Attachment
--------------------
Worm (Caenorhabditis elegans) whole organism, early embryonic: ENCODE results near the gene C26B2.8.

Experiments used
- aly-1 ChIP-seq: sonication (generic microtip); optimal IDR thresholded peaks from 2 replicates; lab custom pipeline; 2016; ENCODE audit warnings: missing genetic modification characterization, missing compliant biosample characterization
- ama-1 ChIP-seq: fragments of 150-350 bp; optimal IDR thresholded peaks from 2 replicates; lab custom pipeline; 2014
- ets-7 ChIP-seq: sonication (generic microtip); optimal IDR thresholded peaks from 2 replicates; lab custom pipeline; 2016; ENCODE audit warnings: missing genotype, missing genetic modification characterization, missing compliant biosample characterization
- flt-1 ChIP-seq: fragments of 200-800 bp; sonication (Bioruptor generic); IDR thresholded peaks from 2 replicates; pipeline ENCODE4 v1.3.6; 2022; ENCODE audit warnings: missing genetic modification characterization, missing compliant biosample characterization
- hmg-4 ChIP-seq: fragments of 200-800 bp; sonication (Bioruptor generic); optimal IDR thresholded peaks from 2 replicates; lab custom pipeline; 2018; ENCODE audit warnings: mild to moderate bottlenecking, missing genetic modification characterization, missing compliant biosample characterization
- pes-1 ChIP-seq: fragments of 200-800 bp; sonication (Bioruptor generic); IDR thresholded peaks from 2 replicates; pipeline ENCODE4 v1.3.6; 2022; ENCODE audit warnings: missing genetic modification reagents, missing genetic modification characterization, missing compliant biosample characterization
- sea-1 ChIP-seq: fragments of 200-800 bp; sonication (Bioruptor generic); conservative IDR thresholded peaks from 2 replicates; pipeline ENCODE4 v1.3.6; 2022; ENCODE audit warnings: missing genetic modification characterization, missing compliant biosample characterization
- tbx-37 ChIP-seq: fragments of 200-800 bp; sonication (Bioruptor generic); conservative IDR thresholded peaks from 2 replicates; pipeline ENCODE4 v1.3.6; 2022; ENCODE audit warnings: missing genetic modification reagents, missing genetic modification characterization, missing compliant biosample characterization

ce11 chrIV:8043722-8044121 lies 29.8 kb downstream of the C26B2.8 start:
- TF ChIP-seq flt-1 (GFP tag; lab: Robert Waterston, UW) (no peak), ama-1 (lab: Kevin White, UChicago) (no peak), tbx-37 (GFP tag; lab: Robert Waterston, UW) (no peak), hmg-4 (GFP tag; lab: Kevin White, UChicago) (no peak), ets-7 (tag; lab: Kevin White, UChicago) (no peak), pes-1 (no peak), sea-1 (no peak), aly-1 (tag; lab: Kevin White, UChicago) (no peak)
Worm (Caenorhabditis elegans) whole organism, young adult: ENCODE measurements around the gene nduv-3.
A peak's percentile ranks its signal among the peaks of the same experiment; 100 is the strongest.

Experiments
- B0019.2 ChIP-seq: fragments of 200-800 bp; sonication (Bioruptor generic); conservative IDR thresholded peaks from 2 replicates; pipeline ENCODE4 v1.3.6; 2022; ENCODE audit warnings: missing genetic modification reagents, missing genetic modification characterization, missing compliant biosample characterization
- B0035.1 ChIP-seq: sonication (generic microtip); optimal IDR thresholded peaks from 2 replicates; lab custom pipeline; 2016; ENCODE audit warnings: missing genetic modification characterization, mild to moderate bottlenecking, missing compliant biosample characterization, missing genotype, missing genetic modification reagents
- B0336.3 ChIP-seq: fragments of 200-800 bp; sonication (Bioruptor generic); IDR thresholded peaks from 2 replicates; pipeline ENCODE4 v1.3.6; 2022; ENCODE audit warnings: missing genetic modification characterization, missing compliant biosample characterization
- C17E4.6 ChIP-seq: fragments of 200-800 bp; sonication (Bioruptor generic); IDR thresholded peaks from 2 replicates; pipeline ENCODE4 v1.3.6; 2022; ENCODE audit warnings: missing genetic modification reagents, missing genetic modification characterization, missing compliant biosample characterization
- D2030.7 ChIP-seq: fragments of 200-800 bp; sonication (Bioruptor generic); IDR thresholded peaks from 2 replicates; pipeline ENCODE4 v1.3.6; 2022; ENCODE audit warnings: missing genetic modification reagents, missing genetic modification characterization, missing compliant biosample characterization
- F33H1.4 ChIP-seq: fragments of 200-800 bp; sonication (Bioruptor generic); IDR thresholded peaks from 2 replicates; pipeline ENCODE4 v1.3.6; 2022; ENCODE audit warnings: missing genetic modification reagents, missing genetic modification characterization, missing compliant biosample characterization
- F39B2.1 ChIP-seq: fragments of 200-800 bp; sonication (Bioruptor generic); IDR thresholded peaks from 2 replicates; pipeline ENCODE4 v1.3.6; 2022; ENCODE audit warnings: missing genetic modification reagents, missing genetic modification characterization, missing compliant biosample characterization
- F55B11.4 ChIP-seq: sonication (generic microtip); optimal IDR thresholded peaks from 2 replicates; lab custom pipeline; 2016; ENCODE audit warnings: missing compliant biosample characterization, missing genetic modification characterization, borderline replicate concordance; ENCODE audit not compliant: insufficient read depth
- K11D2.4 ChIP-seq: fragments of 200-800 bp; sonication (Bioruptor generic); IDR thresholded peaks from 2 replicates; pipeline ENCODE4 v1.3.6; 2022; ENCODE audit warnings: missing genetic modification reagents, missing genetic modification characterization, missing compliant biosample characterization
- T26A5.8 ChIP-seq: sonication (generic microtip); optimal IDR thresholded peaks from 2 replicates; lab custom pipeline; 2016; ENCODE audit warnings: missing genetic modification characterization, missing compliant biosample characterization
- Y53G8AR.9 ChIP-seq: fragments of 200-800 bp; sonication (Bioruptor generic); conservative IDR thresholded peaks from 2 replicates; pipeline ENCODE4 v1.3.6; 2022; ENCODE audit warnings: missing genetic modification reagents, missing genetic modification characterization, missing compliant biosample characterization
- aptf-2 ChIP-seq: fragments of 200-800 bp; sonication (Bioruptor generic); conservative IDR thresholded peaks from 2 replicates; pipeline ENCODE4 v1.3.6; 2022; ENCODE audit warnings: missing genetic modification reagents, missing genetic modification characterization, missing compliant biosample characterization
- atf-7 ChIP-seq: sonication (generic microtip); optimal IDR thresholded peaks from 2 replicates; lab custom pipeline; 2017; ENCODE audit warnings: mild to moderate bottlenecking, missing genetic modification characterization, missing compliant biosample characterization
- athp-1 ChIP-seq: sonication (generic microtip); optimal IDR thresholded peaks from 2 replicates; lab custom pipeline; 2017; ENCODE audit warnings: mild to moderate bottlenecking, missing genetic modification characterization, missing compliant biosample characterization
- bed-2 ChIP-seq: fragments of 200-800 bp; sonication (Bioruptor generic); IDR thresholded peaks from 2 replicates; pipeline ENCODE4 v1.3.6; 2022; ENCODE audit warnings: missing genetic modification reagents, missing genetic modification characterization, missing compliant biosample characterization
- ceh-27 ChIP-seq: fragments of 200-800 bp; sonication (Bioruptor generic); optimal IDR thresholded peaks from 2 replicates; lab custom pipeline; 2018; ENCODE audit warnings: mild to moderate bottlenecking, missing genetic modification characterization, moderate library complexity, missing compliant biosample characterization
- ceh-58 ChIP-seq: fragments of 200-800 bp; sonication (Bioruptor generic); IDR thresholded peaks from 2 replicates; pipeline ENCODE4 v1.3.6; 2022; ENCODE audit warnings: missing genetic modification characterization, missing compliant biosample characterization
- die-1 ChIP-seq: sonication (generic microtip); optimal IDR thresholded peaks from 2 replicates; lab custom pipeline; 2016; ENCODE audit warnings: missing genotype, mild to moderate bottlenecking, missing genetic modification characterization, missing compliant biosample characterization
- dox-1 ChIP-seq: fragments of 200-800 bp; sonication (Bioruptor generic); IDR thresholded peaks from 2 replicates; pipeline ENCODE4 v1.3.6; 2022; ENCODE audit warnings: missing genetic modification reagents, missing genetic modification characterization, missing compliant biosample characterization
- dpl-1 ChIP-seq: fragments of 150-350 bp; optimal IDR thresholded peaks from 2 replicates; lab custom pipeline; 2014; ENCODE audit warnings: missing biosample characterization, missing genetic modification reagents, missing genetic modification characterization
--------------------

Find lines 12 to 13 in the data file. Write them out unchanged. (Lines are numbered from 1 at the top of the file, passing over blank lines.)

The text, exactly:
- TF ChIP-seq flt-1 (GFP tag; lab: Robert Waterston, UW) (no peak), ama-1 (lab: Kevin White, UChicago) (no peak), tbx-37 (GFP tag; lab: Robert Waterston, UW) (no peak), hmg-4 (GFP tag; lab: Kevin White, UChicago) (no peak), ets-7 (tag; lab: Kevin White, UChicago) (no peak), pes-1 (no peak), sea-1 (no peak), aly-1 (tag; lab: Kevin White, UChicago) (no peak)
Worm (Caenorhabditis elegans) whole organism, young adult: ENCODE measurements around the gene nduv-3.